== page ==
In summary, the Columbian exchange bridged the new and old worlds hence benefiting Spaniards and other countries. The exchange also led to an increase in population, especially in European countries as they discovered new treasures, foods, and animals. However, the exchange also subjected Native Americans in the modern world into diseases and ravages of European conquest. Upon learning about Spain’s dominion in Europe, other monarchs began to contest their positions. The England and French rulers, however, noticed that North America lacked treasures, and the Indian population was high in the regions controlled by Spain. Devastated, the countries introduced agriculture and slave trade between Africa and America. Undeniably, Spain’s religion, culture, language, and institutions created a permanent imprint in the new region as Spain remained influential in the 16th century.

(2). How did Tobacco Agriculture Shape the Chesapeake Region? Consider the Demographic and Economic Changes Brought by Tobacco Culture During the Sixteenth and Early Seventeenth Centuries

Life in the American wilderness proved nasty, brutish, and filled with diseases for the early Chesapeake settlers.  In the 17th century, the population began to grow with increased England settlers in the region. However, Roark et al. note that conflicts between the natives and newcomers devastated the efforts of the Virginia Company to control the area (140). In 1624, King James 1 regained control over Chesapeake by abolishing the powers held by the Virginia Company. The king also appointed the governor of Virginia and its council but retained most institutions established under the Virginia Company. In 1619, The House of Burgesses system of the ruling was initiated, allowing inhabitants of Chesapeake to elect their representatives (Roark et al. 148). Despite this, the region remained uninhabitable due to increased mortality rates and fruitless experimentations. This concept changed with the discovery of tobacco in the area. Therefore, tobacco consolidated the Chesapeake colonies and strengthened King James’ determination.

Virginia shifted from a colony characterized by devastating adventures to a society of dedicated tobacco planters. The crop was rather demanding and required close attention, extended hand-labour, and use of heavy hoes. However, tobacco became a broadly important cash crop in Chesapeake as it yielded high returns attributed to extensive farming lands in Virginia as compared to England. By the mid-17th century, the region ascribed a society of white servants and ex-servants popularly known as indentured servants. In the early days of the tobacco boom within the 16th century, King James 1 and the Virginia Company shipped women in the region to facilitate the establishment of families, which could strengthen the farming community. Despite the efforts, the women population remained meagre affecting servant labour gender balance.

Chesapeake tobacco plantations represented small clearings surrounded by miles of wilderness. Tobacco planters sought land that gave them access to navigable rivers to avert expensive slave labour. Conversely, Chesapeake colonists were Anglican, with a large number of settlers devoted Protestants. However, the hope lay in turbulent and highly dependent on the survival of tobacco agriculture. Maryland attracted settlers just like Virginia, and both regions shared cultures, beliefs, and religions (Roark et al. 161). Roark et al., point out that both colonies shared devotion to tobacco agriculture, which represented the true faith of the Chesapeake (150). In this light, religion did not raise such concerns in the region, as did tobacco.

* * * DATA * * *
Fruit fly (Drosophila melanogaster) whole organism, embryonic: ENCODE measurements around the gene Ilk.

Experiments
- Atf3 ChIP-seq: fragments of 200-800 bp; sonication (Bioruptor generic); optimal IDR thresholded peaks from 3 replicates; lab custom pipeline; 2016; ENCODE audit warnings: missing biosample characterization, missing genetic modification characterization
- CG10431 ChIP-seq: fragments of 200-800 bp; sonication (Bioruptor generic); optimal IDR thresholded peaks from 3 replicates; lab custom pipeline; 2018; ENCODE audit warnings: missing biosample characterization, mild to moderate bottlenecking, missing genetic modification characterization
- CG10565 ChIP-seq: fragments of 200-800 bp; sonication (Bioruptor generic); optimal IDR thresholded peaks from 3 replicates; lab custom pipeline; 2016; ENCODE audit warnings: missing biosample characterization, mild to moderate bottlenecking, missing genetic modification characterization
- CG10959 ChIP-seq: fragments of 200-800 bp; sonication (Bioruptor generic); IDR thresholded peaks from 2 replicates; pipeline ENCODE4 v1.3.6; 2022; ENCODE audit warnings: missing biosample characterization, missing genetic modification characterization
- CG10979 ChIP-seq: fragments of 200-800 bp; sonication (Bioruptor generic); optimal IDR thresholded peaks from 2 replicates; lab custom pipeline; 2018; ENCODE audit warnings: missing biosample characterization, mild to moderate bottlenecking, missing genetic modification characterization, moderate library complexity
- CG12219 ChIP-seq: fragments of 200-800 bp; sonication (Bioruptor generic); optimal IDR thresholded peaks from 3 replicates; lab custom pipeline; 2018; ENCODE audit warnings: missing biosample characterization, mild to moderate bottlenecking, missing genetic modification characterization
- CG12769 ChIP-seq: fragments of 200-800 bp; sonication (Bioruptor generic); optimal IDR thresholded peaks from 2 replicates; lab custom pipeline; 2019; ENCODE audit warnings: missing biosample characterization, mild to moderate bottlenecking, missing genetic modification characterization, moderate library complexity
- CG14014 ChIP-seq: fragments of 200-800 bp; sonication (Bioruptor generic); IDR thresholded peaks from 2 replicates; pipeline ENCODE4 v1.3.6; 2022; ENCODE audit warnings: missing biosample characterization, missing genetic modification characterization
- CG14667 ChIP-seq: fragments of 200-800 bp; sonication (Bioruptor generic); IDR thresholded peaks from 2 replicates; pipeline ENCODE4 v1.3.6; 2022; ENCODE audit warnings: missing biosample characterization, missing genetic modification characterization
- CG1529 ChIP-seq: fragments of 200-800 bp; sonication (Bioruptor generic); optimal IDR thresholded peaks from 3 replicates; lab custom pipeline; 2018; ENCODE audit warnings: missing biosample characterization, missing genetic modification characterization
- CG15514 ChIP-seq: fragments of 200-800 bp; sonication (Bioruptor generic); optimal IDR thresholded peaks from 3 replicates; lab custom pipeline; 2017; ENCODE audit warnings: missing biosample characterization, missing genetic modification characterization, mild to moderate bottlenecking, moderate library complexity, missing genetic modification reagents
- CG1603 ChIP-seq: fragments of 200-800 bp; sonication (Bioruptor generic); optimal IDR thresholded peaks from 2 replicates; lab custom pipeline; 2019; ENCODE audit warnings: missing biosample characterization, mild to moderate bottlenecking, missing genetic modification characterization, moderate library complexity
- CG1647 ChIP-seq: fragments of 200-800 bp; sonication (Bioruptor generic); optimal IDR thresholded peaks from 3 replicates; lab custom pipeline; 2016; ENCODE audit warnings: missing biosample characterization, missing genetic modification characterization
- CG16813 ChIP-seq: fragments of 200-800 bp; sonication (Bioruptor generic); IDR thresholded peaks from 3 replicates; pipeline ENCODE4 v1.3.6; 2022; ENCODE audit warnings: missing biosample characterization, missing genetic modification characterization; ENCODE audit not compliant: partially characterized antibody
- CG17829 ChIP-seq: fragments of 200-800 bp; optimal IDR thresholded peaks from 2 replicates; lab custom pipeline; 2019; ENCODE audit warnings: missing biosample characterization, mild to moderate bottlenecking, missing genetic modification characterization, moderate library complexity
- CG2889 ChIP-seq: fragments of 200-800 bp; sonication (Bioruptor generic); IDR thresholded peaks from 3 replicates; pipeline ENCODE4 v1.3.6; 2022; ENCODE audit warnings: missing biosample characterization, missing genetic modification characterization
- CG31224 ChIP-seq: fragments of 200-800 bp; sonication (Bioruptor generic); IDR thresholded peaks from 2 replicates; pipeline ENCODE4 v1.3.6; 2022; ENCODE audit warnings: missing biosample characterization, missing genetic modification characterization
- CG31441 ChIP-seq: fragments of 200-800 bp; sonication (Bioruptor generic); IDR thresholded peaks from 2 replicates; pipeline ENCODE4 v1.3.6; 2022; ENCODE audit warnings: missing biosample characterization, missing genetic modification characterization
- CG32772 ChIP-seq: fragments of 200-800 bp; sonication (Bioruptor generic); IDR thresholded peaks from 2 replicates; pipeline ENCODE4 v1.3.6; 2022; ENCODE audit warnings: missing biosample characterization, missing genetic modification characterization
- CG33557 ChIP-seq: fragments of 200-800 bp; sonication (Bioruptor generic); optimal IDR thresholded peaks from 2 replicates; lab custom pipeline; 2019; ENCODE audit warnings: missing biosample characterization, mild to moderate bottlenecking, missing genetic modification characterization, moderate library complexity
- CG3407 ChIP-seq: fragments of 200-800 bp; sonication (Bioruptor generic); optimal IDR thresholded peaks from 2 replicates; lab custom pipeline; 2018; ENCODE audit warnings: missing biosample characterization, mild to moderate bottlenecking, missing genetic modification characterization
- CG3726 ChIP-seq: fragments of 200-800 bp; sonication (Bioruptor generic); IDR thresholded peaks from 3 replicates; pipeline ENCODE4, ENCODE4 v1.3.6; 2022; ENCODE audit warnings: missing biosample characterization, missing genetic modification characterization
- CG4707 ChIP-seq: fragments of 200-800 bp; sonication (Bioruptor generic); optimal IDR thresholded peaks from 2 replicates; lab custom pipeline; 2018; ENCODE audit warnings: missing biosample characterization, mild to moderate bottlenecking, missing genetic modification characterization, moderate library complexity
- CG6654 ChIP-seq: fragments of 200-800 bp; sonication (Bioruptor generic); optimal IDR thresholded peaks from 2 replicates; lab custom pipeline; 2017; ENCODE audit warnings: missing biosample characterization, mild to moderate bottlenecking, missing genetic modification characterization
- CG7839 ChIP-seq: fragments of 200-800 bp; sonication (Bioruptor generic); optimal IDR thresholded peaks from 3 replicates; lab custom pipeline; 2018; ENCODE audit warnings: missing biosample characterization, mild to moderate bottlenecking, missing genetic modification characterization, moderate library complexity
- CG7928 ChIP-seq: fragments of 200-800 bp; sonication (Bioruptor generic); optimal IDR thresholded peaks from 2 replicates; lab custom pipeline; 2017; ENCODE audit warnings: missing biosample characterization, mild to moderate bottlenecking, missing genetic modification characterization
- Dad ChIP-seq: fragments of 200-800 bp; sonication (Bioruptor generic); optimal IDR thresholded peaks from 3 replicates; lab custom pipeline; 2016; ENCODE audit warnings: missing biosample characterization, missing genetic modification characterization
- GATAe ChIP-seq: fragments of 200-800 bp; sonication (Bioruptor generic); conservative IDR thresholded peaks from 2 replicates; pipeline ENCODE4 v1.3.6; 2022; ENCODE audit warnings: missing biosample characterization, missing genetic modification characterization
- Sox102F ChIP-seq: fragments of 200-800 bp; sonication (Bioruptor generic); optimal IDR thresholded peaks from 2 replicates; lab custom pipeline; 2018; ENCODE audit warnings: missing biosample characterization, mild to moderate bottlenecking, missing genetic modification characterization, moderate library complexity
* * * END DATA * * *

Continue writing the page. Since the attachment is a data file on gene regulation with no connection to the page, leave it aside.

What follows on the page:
The tobacco-based economy boomed in the early 1700s when tobacco planters started trading with Europeans and Africans. As Roark et al. opine, the traders increased their fortunes and soon dominated the riverfront estates broadly recognized within the agriculture and commerce fronts of the southern colonies (165). Leaf-laden ships hauled a lot of tobacco by the 17th century with increased settlements and availability of labour. The enormous production led to a decline in prices, but the Chesapeake farmers responded by planting more tobacco to offset the price differences. This strategy, however, made saving enough funds to own land more difficult for freed servants. With increased landless freemen, wealthy planters began to buy slaves and served as merchants in the region. The society became more polarized with a massive gap between the wealthy merchants and the landless colonists. Class divisions led to the navigation acts that allowed all tobacco products to be shipped using England ships, and by English crew through English ports. This aspect further affected the economic growth that had revolutionized the Chesapeake colony. Therefore, increased tension led to convulsed Chesapeake politics, which threatened the harmony between planters and their neighbors.

Overall, tobacco agriculture fostered the social, economic, and political aspects of the Chesapeake region. The area initially had a high rate of mortality attributed to diseases and a lack of useful sources of livelihood. Although unhealthy for human life, the Chesapeake region received an influx of settlers, and it did not take long before the profit-hungry immigrants could realize the importance of tobacco in the area. Following the awakening, tobacco became a major cash crop in the Chesapeake colonies. Slaves cultivated, packaged, and transported tobacco in an extremely labour-intensive process. Late in the 17th century, the majority of servants created enough wealth to become planters. However, events turned with a decline in prices of tobacco and imposition of government policies that restricted the already limited tobacco benefits to England merchants.


Works Cited

Roark, James L, Michael P. Johnson, Patricia C. Cohen, Sarah Stage, and Susan M. Hartmann. The American Promise: A Concise History. 2017. Print.